Six of the best... productions of Wagner's Tristan und Isolde
Tristan und Isolde is the most important work of one of opera's greatest masters: Richard Wagner. We select some of the finest interpretations by the great conductors...
Fuelled by a passionate affair with Mathilde Wesendonck and the philosophy of Arthur Schopenhauer, Wagner’s creativity flourished to form his revolutionary masterwork, Tristan und Isolde.
When the opera was premiered in 1865, it laid the foundation for 20th-century harmonic development. The story centres on one of the great European romances, stretching right back to the Celtic period. It was said that the love between Tristan and Isolde was so great that consummation was only possible in death. Such intelligent design naturally inspires numerous interpretations, through stage productions and recordings. We select some of the finest...
Herbert von Karajan’s 1972 production with the Berlin Philharmonic has long divided critics because some believe the performance is too studio-bound and that there is not enough ingenuity in the production. But this recording endures because Karajan’s baton summons such wondrous charms from the orchestra, which in turn galvanize the singers. The brass are treated with due temperance, and Karajan commands the strings in such a way that respects Wagner’s famously extensive note at the beginning of the score. This spine-tingling performance captures both the power and the tenderness of the opera brilliantly. The thrilling conclusion to Act I is hammered out at a terrific tempo, rousing any budding conductor’s hands into the air as the music thrusts towards a close. In contrast, passages like the dream music in Act II are granted apt softness, and Wagner’s genius for gentle orchestration is showcased perfectly. As for the final Liebestod, soprano Helga Dernesch burns with white-hot passion, complementing the rich harmony that breaks through from the cellos.
Daniel Barenboim’s 2007 production at La Scala (available on DVD) marries an impressive set design with superb acting. Both are displayed admirably in the first act: the former throughout and the latter especially when the lovers are experiencing the effects of the love potion for the first time. The lack of a conducting score (bearing in mind that Tristan lasts more than four hours) proves that Barenboim’s understanding of the opera has improved greatly from his early recordings at Bayreuth in the 1980s, and this is bolstered by his claim to have conducted Tristan more than any other opera. Soprano Waltraud Meier gives an intoxicating performance as Isolde. The supremacy of her portrayal lies in sheer dramatic conviction; she is a captivating actress and has the voice to match. Nothing looks or sounds forced. Moreover, the trickle of blood running down her head in the final scene is a masterstroke. It adds an original dimension to the Liebestod: a visible fusion of Isolde’s emotional and physical yearning. Wagner would probably have approved.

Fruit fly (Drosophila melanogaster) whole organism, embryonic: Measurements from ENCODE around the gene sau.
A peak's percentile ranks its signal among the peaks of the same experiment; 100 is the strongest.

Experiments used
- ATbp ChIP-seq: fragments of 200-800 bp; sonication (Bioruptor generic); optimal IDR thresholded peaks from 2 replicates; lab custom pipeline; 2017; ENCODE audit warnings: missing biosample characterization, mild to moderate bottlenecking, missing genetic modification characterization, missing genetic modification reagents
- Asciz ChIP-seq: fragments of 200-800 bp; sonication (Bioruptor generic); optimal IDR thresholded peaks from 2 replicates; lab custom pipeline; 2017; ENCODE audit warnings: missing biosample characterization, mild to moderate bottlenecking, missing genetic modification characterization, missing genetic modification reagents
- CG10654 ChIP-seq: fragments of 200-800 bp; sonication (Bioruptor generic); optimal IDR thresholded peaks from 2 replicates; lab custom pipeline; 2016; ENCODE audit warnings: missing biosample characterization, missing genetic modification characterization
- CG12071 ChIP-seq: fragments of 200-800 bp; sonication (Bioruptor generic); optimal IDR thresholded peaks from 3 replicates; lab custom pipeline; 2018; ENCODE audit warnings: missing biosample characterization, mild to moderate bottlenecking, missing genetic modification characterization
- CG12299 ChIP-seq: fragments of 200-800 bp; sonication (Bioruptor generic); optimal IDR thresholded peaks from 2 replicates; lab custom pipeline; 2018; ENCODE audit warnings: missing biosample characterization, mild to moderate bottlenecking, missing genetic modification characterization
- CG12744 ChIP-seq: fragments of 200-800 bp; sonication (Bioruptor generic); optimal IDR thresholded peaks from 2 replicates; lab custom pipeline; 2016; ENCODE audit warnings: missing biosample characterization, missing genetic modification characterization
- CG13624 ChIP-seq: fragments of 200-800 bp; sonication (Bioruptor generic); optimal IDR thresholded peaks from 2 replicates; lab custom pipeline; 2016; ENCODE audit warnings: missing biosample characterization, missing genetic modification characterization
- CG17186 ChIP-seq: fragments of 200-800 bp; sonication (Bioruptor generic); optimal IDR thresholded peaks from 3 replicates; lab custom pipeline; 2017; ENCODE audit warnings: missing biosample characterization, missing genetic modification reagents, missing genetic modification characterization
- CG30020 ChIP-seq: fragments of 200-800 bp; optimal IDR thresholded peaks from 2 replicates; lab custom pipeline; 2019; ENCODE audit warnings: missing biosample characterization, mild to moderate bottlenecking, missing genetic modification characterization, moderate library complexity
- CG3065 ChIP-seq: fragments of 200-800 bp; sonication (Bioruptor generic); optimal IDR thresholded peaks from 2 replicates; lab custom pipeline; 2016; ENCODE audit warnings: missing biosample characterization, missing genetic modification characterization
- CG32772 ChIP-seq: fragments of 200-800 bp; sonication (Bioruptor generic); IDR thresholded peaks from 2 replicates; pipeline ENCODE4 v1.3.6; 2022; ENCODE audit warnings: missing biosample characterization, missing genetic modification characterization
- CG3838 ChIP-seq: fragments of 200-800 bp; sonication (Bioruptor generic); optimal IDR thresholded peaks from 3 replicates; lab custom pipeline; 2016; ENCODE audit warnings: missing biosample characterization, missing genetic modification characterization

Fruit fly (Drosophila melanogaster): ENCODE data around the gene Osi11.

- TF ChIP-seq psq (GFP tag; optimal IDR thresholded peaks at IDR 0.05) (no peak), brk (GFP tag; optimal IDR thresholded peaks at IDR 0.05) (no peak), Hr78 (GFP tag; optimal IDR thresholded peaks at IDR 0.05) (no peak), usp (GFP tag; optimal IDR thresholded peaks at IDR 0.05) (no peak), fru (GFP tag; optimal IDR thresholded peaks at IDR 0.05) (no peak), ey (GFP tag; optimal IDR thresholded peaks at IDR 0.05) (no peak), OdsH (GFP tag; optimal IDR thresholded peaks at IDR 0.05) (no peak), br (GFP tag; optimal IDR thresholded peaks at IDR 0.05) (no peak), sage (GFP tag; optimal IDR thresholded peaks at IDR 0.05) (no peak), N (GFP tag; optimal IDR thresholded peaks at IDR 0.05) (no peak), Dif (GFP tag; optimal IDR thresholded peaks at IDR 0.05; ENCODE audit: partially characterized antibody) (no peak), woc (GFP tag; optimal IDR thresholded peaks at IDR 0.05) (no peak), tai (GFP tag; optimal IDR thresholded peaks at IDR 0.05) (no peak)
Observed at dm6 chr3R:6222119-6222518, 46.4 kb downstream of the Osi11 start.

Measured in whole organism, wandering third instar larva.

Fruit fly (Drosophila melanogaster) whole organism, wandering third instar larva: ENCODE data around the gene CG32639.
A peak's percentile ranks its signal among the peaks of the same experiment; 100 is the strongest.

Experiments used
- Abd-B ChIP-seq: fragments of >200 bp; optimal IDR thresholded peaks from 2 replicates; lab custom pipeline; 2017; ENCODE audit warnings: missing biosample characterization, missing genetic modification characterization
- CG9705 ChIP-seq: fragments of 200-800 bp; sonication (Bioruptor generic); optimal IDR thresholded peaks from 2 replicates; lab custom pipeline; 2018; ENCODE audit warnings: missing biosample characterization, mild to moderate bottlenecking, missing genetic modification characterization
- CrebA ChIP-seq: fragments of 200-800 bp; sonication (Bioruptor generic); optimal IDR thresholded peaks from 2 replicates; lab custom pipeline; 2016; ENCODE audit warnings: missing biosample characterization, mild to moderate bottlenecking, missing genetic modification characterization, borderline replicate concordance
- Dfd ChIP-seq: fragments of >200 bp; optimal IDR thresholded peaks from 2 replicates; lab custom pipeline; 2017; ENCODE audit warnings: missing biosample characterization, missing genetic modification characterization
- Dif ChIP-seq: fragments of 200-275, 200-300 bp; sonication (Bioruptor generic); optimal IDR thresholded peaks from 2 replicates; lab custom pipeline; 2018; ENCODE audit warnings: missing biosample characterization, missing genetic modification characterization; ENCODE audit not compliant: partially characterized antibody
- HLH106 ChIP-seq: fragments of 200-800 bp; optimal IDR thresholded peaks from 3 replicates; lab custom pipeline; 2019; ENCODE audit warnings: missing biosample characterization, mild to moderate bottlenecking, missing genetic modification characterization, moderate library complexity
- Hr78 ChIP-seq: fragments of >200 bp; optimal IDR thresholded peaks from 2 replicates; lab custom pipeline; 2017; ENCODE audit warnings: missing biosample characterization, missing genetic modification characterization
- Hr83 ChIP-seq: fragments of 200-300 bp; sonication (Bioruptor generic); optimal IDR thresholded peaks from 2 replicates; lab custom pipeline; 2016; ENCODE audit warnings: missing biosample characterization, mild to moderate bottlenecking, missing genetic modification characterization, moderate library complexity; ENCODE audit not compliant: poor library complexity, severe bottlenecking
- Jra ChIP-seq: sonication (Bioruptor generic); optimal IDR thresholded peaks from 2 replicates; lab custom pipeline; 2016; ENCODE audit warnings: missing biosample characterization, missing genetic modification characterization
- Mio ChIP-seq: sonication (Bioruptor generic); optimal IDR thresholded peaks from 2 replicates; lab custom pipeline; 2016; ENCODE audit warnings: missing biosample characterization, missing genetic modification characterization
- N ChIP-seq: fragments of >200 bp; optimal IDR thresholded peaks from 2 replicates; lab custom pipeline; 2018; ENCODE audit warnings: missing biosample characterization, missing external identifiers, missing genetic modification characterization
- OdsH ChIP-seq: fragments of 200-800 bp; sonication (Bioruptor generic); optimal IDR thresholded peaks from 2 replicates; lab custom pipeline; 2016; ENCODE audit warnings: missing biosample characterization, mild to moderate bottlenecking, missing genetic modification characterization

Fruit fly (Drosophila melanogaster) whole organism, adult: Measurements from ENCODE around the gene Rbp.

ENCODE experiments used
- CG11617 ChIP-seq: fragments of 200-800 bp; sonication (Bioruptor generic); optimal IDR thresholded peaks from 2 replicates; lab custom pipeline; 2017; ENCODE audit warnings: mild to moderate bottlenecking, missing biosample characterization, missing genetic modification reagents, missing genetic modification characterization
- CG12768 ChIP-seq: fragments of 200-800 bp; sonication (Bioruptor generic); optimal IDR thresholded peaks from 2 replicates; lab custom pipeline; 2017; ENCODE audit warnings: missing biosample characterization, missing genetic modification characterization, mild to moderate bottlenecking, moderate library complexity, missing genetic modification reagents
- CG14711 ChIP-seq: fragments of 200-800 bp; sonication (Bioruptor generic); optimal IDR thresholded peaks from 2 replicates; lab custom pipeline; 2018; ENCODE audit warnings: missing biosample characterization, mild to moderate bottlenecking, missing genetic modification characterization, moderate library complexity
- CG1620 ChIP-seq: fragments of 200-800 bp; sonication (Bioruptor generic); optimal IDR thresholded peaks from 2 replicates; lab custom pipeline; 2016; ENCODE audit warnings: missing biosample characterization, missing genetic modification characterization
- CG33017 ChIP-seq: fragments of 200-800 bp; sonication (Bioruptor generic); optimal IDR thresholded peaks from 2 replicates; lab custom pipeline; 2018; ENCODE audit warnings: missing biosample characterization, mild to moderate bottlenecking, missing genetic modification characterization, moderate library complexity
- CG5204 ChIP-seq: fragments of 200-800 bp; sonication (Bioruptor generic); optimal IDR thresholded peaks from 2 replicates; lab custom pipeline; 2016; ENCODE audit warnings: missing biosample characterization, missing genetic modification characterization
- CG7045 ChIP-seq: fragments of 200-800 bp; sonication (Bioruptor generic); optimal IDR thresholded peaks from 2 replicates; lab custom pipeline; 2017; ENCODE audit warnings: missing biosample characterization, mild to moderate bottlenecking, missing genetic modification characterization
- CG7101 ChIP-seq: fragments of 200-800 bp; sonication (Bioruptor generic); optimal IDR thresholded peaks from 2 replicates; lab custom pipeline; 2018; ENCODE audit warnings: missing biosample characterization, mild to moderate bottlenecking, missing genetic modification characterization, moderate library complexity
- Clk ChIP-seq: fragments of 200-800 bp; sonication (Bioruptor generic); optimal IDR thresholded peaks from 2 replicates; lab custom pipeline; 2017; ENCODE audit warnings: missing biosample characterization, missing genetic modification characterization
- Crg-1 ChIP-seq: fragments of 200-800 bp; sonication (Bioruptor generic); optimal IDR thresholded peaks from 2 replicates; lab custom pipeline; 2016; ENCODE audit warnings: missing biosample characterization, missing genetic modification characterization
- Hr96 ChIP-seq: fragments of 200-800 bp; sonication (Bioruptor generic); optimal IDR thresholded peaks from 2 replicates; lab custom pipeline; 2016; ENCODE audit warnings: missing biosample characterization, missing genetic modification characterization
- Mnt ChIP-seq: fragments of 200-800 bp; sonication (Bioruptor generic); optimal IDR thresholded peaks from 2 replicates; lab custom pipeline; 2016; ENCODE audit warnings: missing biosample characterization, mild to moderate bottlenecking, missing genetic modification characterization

Wilhelm Furtwängler's 1952 Royal Opera production is generally the one that most other interpretations are measured against, as Furtwängler is often called the greatest Wagnerian of the 20th century. The conductor illuminates slightly different sounds to Karajan in places, which is worthy both of praise and criticism. It merits in suiting the orchestra’s sound to that particular set of singers (soprano Kirsten Flagstad, tenor Ludwig Suthaus etc), but this means that the total body of sound falls short of Karajan’s. The tempo, too, is sometimes accelerated in the wrong places. Nevertheless, this recording certainly stands the test of time. Besides, it contains all that spiritual darkness that Furtwängler is so respected for emphasising in Wagner.
Sir Georg Solti’s 1960 production with the Vienna Philharmonic has the advantage of soprano Birgit Nilsson as Isolde; a truly passionate Wagnerian with a fairly mature voice by this point. That said, tenor Fritz Uhl provides a good performance of Tristan that is faithful to the music. Solti’s tempo choices are commendable, and somehow he ensures that the singers don’t appear strained when battling with the orchestra. Sometimes, however, lengthy brass notes disrupt the rhythmic pulse, and cause cadences to lose their finesse. But the conductor makes up for this by suspending the cadences for a satisfying duration.
Sir Reginald Goodall’s 1981 production with the Welsh National Opera is also acclaimed for good reason. His handling of the prelude to Act I is exceptional, underlining harmonic string elements that are clouded by the melody in other recordings. Surprisingly, this continues throughout, making it another version that is faithful to Wagner’s note regarding the special intensity of the string section. The voices of soprano Linda Esther Gray and tenor John Mitchinson weave themselves together wonderfully in the title roles and the conductor often lets the harp complement them well in the softer passages. To match this, Goodall’s tempos are superior, even to Karajan’s, making this production a delightful and unexpected contender for the best Tristan recording.
Carlos Kleiber’s 1982 production with Staatskapelle Dresden benefits in particular from good German enunciation, which is terrifically difficult when you’re competing against a Wagnerian orchestra. Credit to soprano Margaret Price especially, who infuses Isolde’s verse with a Mozartian sensuality – a rare treat when hearing Wagner. She sings with a portamento style traditionally suited to the bel canto phrasing of earlier Italian opera, but moulds it with Wagner rather well. Kleiber also manages to bring out the strings and the harp quite strongly, which some conductors find hard with Tristan.
By Edward Christian-Hare
Neil McKim is the former Production Editor of BBC Music Magazine. He is now the production editor of BBC Sky at Night Magazine.